Course Descriptions & Syllabi

Course Descriptions & Syllabi

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Note: some or all of the courses in the subjects marked as "Transfer" can be used towards a transfer degree: Associate of Science and Arts or Associate of Engineering Science at DACC. Transferability for specific institutions and majors varies. Consult a counselor for this information.

Areas of Study | | POLI240 syllabus




COURSE NUMBER: POLI240
COURSE TITLE:Non-Western Comparative Government
DIVISION:Liberal Arts
IAI CODE(S): S5 906N
SEMESTER CREDIT HOURS:3
CONTACT HOURS:135
STUDENT ENGAGEMENT HOURS:
DELIVERY MODE:Online

COURSE DESCRIPTION:
Comparative examination of the political institutions, electoral systems, principles of governance, causes of political instability and revolution, and techniques of political analysis. The purpose is to provide an understanding of the major problems confronting non-Western nations and to give insight into the various tools and strategies that their political leaders can use in dealing with those problems. The course will also investigate some of the major implications of the rise of the changing Non-Western world on global politics.

PREREQUISITES:
Place into ENGL101.

NOTES:

STUDENT LEARNING OUTCOMES:
Upon completion of this course, students will be able to:
  1. Expand the students' view of who they are and the world they live in by establishing links with the people and cultures of the Europe
    • This course intends to broaden the students' horizons and provide them with conceptual lenses to understand a complex world divided by nationality, religion, race, gender, and class
  2. provide students with a basic understanding of the political issues of poverty, instability, leadership, and culture in the Western world and how ideas and concepts are culturally conditioned.
  3. Develop students' ability for data collection and critical analysis. Critical and analytical thinking are needed to differentiate between explanation, fact, and opinion, to recognize both author and personal bias, and to compare and contrast information and points of view.
  4. learn to evaluate their own and others' perspectives within cultural contexts by using the tools of politics.

TOPICAL OUTLINE:
This is a 3-week course. The first 17 days will cover specific questions found in the chapters covering Japan, Russia, China, Mexico, India, Nigeria, and Egypt. The final four days of the course will be devoted to writing a four-page analytical paper.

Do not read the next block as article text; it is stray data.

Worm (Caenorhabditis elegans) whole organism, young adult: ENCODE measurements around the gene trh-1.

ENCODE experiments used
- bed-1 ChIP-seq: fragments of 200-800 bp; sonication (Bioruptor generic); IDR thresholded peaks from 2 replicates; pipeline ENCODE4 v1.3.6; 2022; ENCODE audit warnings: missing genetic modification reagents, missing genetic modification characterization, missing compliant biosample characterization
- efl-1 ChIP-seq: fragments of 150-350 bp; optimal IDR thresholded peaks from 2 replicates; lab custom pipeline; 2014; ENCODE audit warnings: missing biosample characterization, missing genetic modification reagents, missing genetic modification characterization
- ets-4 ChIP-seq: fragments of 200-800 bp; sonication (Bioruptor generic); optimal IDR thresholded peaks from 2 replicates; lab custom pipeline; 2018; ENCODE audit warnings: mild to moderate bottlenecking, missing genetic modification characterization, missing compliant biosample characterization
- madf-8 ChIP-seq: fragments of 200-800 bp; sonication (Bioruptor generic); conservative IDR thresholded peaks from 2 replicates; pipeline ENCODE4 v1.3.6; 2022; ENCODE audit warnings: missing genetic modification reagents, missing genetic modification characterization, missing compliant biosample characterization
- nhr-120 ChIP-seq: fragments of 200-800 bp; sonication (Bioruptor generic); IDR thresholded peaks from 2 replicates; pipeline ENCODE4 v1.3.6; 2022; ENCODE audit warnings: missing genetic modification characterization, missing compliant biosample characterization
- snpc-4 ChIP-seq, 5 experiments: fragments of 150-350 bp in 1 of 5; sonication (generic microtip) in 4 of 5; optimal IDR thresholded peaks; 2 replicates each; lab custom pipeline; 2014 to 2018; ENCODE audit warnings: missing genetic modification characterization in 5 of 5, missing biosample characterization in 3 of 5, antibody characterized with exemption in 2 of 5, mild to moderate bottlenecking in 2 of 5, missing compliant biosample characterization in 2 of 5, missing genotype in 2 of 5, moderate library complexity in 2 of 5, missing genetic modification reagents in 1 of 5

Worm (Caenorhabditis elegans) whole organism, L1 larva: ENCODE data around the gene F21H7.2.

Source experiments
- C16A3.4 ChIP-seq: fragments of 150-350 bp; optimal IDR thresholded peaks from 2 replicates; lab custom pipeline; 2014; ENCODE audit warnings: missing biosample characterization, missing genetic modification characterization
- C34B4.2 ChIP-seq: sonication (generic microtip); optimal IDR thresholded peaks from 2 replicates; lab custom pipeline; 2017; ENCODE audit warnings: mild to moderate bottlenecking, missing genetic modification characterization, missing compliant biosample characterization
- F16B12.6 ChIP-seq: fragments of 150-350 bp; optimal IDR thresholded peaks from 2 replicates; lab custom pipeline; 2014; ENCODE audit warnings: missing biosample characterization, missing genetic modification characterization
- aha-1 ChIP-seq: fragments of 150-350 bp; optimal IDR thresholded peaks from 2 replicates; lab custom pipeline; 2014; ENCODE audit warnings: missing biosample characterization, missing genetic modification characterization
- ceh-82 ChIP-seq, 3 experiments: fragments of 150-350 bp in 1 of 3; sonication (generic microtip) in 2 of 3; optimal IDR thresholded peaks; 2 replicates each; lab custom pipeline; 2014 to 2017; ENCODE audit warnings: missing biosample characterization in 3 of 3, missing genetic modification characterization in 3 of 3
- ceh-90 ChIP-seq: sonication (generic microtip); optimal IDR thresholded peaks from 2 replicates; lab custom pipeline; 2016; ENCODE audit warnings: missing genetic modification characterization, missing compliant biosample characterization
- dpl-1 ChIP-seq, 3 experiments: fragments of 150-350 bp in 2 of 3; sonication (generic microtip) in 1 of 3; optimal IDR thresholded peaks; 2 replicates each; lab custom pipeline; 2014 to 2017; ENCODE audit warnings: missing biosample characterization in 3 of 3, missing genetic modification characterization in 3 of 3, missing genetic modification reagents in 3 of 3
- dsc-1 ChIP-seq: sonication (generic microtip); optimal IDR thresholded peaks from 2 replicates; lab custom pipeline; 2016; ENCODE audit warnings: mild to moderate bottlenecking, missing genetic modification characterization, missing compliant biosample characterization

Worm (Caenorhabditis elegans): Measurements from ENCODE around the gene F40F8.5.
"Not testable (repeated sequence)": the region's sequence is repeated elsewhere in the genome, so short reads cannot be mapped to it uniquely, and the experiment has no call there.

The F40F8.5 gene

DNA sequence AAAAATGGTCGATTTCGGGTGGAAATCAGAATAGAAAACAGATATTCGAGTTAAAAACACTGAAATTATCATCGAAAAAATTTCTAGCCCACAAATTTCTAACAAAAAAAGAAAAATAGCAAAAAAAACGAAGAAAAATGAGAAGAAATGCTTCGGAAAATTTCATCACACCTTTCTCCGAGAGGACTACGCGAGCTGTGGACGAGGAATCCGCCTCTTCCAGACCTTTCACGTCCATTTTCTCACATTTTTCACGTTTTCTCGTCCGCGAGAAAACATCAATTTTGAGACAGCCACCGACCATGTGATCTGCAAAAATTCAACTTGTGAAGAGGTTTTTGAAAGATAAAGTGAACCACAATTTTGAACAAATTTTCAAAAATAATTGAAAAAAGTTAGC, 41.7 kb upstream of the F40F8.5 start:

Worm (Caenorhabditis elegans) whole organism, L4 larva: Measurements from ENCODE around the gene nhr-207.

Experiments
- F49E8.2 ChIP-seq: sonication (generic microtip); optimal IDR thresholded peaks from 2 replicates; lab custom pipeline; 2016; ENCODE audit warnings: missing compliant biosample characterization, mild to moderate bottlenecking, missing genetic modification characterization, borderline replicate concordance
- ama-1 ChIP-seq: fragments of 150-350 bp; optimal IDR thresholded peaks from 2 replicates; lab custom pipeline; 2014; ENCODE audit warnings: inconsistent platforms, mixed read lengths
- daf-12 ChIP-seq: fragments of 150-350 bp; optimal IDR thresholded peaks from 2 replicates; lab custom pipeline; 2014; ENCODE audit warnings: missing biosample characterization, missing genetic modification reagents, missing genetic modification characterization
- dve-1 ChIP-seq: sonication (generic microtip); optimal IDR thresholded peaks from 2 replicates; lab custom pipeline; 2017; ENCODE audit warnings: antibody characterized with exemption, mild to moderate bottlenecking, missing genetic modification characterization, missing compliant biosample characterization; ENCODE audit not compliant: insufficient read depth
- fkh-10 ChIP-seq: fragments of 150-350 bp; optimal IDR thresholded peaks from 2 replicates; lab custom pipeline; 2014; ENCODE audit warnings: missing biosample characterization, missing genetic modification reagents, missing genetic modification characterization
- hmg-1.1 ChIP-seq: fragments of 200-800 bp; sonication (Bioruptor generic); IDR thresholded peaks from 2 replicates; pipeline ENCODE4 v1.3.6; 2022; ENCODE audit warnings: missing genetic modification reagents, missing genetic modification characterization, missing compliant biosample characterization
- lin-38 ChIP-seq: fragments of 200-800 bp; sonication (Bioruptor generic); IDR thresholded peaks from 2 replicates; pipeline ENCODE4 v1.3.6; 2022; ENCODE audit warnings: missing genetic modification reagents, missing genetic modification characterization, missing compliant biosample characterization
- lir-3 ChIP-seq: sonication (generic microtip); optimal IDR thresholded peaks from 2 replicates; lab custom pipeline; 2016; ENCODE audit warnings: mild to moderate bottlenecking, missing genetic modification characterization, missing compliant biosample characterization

TEXTBOOK / SPECIAL MATERIALS:
John McCormick, Comparative Politics in Transition, 9th edition. Wadsworth Publishing, 2016

See bookstore website for current book(s) at https://www.dacc.edu/bookstore

EVALUATION:
There is a total of seven written assignments and one 4-page analytical paper due for this course. The breakdown in points is:
analytical paper   60 points
Module assignments are worth 20 points each 140 points total

Total 200 points

Grade Distribution
A= 90% or above
B= 80%-89%
C= 70% - 79%
D= 60% - 69%
F= 59% or below

BIBLIOGRAPHY:

STUDENT CONDUCT CODE:
Membership in the DACC community brings both rights and responsibility. As a student at DACC, you are expected to exhibit conduct compatible with the educational mission of the College. Academic dishonesty, including but not limited to, cheating and plagiarism, is not tolerated. A DACC student is also required to abide by the acceptable use policies of copyright and peer-to-peer file sharing. It is the student’s responsibility to become familiar with and adhere to the Student Code of Conduct as contained in the DACC Student Handbook. The Student Handbook is available in the Information Office in Vermilion Hall and online at: https://www.dacc.edu/student-handbook

DISABILITY SERVICES:
Any student who feels s/he may need an accommodation based on the impact of a disability should contact the Testing & Academic Services Center at 217-443-8708 (TTY 217-443-8701) or stop by Cannon Hall Room 103. Please speak with your instructor privately to discuss your specific accommodation needs in this course.

REVISION:
Fall 2018

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